- helpful votes
The Assassins of Altis
- The Pillars of Reality, Book 3
- By: Jack Campbell
- Narrated by: MacLeod Andrews
- Length: 12 hrs and 37 mins
Trapped within the dead city of Marandur, Master Mechanic Mari and Mage Alain must escape both merciless barbarians and the pitiless Imperial Legion. Beyond those dangers lie the mightiest and most unforgiving powers in the world of Dematr: the Great Guilds that rule the world with iron fists.
A great addition to a great series
- By Marcela - The Bookaholic Cat on 08-07-15
Well, at least the vampire didn't sparkle..
I tried. I *really* tried to enjoy this series but the ratio of teenage angst to story (what little there is) has increased drastically with each installment to the point where I struggled to listen to the last 3 hours of AoA.
I have two major problems with this series. The first comes down to a remarkably intense dislike of the female protagonist, Mari. For three books I've been told that Mari Sue is an exceptional mechanic and the second coming of a long dead heroine who is destined to save the world. What I've seen is quite different. I've seen Mari fix a few rifles, break a bunch of devices, find a contagion that one time (which has never been explained or made relevant again), demand that Alain leave her for dead if she's captured (over and over again at the most random times), be jealous of Asha, obsess over her "bonfire," refuse to have a calm/rational discussion of any kind with Alain, condescend to, or ignore Alain entirely, or just be overtly annoying in the general sense. Also, Mari absolutely refuses to entertain to idea of being the daughter until *boom! daughter transformation!* No epiphany, no character growth, just add water and it's off to destroy the great guilds...
It's as though the author combined every stereotypical depiction of a crazy teenage girl he could find into a single unlikable character. Honestly, Alain was tortured into near sociopathy and yet he remains more emotionally mature than Mari, how is that possible?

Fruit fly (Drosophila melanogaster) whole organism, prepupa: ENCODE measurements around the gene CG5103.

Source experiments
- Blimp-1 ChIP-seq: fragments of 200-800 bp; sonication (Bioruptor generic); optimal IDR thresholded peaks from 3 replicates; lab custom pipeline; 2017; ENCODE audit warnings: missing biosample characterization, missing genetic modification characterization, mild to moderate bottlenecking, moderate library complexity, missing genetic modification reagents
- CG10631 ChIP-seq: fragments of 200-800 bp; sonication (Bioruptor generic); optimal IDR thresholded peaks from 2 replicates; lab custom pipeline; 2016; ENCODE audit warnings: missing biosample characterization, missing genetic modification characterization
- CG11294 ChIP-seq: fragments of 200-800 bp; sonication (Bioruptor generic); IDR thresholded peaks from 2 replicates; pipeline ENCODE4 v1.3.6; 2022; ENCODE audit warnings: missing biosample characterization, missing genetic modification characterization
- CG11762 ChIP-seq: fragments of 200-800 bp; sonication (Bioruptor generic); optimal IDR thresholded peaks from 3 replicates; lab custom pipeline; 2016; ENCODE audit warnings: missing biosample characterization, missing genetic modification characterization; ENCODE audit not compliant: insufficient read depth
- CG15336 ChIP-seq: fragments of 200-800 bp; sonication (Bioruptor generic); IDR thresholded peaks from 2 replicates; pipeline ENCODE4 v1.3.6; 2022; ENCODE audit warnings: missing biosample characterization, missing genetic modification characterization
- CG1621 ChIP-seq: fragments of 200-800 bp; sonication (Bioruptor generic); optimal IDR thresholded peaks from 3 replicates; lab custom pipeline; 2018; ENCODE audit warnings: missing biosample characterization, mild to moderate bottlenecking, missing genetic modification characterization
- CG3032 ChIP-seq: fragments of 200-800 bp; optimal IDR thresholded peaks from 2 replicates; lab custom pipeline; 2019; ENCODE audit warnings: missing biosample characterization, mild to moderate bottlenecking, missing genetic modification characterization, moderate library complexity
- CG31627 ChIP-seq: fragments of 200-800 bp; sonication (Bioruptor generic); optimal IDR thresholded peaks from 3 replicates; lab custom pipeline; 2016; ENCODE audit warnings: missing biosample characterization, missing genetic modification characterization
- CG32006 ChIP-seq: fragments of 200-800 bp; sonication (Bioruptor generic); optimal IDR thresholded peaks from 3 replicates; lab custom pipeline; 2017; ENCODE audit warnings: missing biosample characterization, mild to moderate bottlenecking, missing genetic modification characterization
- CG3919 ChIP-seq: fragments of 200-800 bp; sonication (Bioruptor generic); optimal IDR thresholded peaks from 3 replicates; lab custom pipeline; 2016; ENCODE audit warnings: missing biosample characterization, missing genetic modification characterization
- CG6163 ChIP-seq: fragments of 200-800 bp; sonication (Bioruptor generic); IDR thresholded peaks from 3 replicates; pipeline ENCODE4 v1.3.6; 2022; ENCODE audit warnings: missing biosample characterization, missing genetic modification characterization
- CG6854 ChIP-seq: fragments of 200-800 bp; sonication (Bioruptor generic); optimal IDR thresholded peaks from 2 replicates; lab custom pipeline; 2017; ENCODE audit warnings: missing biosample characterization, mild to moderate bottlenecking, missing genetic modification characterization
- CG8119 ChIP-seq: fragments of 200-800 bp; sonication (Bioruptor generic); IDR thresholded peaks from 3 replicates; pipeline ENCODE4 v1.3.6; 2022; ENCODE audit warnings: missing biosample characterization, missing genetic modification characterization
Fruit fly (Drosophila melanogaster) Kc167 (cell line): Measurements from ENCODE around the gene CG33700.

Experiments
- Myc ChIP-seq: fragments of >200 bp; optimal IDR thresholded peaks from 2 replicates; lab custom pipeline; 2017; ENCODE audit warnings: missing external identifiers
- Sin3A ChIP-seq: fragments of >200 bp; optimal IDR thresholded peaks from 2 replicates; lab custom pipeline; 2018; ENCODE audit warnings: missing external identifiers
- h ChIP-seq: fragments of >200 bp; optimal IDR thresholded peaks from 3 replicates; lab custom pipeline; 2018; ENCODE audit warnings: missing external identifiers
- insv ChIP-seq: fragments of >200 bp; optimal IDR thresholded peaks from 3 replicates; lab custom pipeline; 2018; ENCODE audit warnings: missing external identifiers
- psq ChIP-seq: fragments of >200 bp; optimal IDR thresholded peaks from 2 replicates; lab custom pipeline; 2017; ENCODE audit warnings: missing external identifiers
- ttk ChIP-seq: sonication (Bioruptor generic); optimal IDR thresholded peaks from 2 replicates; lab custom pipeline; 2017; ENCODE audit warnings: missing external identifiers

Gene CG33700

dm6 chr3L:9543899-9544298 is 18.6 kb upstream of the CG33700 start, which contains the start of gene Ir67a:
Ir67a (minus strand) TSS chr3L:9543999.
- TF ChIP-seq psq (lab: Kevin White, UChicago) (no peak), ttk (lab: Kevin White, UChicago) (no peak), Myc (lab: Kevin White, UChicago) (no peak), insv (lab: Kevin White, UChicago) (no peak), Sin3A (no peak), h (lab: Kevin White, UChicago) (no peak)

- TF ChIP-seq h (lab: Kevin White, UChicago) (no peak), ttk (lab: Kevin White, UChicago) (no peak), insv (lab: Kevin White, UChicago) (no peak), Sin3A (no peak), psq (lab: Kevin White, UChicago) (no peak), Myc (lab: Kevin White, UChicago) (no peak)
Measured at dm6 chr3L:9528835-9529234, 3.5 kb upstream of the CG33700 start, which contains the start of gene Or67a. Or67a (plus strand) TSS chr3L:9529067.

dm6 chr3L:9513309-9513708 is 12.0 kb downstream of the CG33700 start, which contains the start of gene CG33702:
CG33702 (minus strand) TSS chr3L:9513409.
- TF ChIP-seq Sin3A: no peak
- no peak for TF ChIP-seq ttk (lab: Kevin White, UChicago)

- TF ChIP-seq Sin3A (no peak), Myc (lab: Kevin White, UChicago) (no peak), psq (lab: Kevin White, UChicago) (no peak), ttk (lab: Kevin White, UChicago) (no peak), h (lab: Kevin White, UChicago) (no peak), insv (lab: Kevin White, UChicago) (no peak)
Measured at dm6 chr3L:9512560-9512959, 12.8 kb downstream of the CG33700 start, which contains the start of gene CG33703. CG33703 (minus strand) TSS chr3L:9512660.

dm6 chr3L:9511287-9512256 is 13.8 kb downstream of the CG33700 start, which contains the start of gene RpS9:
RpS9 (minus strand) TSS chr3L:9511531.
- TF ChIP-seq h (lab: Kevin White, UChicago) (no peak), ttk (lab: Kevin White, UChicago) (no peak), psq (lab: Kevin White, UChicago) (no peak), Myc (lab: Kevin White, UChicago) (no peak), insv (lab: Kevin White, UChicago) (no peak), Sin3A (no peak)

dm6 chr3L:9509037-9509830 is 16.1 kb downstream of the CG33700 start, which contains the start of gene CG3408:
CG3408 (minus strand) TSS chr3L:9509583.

The second major issue I have with this series is the lack of world exposition. So much time is spent on the teenage angst of the two main characters that there's no real explanation as to why I should care about what happens to them. I get it, the world is broken, and that's bad but there's no indication about who is responsible for making it that way or how they can be stopped. The author is constantly referring to the "Senior Mechanics" or the "Mage Elders," as the root of all evil, but those are faceless generalities. As villains go, the senior mechanics I've seen so far are more Saturday morning cartoon than diabolical mastermind.
Ultimately, there's a lot of wasted potential in this series. At first I was intrigued by the mage illusion as a description of how magic works in this universe, but even that was lost at the first mention of "children of the stars." The whole concept of a mothership, cryo sleep, genetic drift, "mootations," and other such space-odyssey nonsense was the point where I lost interest and started cheering for the mechanics guild to pass the remaining time in the book.
For what it's worth, my advice is to stop buying these and go watch "Scrapped Princess," and a few hours of "Trigun." The similarities are uncanny, and the characters aren't nearly as annoying.
1 of 1 people found this review helpful
I Am Alice
- The Last Apprentice, Book 12
- By: Joseph Delaney, Patrick Arrasmith
- Narrated by: Angela Goethals
- Length: 8 hrs and 3 mins